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Time Varying Networks: Reverse Engineering and Analyzing Rewiring Social and Genetic Interactions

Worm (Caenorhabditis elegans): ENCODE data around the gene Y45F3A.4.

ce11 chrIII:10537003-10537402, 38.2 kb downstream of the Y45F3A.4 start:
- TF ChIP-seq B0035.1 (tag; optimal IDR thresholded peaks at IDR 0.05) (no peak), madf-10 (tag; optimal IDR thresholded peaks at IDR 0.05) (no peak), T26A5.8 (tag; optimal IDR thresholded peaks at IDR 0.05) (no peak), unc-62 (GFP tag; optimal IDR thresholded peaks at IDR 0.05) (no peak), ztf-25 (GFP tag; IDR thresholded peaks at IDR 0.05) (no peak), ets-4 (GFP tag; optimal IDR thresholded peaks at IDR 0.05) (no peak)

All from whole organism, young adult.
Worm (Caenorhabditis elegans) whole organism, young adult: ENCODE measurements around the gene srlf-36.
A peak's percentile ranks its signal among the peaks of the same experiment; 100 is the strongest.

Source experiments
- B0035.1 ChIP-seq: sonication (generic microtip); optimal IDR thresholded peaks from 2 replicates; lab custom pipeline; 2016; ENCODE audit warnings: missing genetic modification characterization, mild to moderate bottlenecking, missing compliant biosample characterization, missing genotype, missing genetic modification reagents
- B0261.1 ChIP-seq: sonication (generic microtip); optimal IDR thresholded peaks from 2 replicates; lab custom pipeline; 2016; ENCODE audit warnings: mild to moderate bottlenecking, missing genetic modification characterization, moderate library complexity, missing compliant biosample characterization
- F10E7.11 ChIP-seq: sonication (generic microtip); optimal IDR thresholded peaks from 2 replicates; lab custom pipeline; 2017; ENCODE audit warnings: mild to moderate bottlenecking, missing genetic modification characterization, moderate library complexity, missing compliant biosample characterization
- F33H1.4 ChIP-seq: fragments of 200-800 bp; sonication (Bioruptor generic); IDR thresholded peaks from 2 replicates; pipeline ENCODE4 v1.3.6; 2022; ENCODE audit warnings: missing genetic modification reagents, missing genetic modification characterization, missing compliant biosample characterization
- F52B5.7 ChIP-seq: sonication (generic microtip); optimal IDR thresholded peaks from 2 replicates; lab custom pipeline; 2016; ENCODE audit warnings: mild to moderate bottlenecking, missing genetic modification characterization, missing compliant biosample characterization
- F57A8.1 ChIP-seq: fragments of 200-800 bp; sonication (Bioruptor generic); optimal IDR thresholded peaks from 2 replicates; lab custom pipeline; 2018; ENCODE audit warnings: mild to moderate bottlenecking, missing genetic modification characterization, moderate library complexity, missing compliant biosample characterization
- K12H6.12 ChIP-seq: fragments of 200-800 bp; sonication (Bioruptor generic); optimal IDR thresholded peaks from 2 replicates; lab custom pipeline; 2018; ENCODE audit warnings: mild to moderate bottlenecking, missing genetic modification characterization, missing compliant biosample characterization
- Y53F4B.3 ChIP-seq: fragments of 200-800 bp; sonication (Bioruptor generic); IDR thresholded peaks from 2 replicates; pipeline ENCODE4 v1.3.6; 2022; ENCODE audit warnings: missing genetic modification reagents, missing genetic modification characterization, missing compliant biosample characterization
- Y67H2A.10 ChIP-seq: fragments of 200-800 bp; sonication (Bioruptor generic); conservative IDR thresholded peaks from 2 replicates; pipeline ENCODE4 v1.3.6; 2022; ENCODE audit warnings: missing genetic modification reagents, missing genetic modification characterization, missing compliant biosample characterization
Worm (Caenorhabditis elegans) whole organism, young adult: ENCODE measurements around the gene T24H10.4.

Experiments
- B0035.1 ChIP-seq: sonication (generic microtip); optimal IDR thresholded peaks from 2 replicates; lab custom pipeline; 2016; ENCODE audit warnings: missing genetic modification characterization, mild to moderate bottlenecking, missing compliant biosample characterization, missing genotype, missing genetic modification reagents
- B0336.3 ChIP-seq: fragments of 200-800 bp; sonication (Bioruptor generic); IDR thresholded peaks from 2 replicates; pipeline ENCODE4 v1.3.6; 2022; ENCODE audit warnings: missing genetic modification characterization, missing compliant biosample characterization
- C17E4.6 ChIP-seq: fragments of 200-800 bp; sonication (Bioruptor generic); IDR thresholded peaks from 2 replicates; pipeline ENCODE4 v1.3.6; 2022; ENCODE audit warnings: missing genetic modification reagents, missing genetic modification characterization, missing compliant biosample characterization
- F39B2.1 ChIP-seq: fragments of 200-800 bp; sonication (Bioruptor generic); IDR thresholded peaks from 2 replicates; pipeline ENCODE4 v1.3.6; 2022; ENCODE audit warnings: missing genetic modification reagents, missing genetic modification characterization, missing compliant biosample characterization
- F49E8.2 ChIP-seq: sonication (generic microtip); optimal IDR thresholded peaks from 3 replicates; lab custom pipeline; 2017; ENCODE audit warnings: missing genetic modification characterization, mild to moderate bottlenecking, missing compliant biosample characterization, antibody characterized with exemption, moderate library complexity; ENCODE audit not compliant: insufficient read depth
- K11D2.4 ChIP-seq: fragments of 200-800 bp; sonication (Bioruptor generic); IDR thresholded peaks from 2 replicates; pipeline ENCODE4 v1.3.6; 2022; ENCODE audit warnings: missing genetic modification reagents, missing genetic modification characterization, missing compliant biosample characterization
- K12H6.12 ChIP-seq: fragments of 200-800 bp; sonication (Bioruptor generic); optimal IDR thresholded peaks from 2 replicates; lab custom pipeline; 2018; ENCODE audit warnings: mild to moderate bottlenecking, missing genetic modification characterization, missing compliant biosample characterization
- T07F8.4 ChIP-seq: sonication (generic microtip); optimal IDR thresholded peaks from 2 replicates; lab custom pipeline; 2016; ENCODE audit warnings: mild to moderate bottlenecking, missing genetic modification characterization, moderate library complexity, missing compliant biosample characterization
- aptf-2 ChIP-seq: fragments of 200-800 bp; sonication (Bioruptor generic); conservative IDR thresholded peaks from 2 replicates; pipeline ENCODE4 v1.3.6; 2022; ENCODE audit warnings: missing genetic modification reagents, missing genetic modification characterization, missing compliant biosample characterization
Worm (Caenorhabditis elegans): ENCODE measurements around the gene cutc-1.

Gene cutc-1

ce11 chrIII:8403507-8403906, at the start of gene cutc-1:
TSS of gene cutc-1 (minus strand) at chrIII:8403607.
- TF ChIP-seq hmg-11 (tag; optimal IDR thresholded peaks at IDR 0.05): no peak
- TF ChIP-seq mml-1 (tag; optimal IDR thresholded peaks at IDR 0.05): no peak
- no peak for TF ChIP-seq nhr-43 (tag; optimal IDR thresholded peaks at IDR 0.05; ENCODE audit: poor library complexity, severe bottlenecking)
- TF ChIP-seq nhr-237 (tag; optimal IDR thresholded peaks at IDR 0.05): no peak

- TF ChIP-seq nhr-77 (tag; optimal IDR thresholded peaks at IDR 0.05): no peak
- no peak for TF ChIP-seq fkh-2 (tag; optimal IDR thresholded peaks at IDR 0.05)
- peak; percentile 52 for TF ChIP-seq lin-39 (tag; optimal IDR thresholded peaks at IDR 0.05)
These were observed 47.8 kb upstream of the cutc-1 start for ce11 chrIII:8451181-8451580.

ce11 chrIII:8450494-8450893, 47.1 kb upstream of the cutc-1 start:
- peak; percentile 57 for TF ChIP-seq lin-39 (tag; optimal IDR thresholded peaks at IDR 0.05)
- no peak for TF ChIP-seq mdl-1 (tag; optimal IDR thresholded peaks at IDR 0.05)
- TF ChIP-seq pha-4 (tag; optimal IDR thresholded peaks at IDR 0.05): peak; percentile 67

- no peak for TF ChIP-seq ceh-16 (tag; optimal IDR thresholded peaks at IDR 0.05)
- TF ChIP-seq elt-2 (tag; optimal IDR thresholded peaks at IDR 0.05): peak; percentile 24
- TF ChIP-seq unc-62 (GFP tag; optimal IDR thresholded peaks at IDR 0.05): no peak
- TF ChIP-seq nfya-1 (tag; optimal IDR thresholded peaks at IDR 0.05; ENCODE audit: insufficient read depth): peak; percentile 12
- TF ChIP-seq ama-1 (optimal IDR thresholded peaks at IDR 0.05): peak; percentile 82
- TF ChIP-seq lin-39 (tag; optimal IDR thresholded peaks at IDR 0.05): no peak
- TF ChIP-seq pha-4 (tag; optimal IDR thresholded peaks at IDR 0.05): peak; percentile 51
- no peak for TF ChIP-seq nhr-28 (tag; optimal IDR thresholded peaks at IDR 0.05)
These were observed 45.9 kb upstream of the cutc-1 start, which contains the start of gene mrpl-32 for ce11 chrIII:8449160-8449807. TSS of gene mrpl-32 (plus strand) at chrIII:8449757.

A plausible representation of the relational information among entities in dynamic systems such as a social community or a living cell is a stochastic network that is topologically rewiring and semantically evolving over time. While there is a rich literature in modeling static or temporally invariant networks, until recently, little has been done toward modeling the dynamic processes underlying rewiring networks, and on recovering such networks when they are not observable. In this talk, I will present a new formalism for modeling network evolution over time based on temporal exponential random graphs, and several new algorithms for estimating the structure of time evolving probabilistic graphical models underlying nonstationary time-series of nodal attributes. I will show some promising results on recovering the latent sequence of evolving social networks in the US Senate based it voting history, and the gene networks over more than 4000 genes during the life cycle of Drosophila melanogaster from microarray time course, at a time resolution only limited by sample frequency. I will also sketch some theoretical results on the asymptotic sparsistency of the proposed methods, which differ significantly from traditional sparsistency analysis of static structure estimation based on iid samples because of the temporal relatedness of samples. If time permits, I will also report a hierarchical Bayesian model for estimating and visualizing the trajectories of latent mixed-membership nodal states in the recovered evolving networks.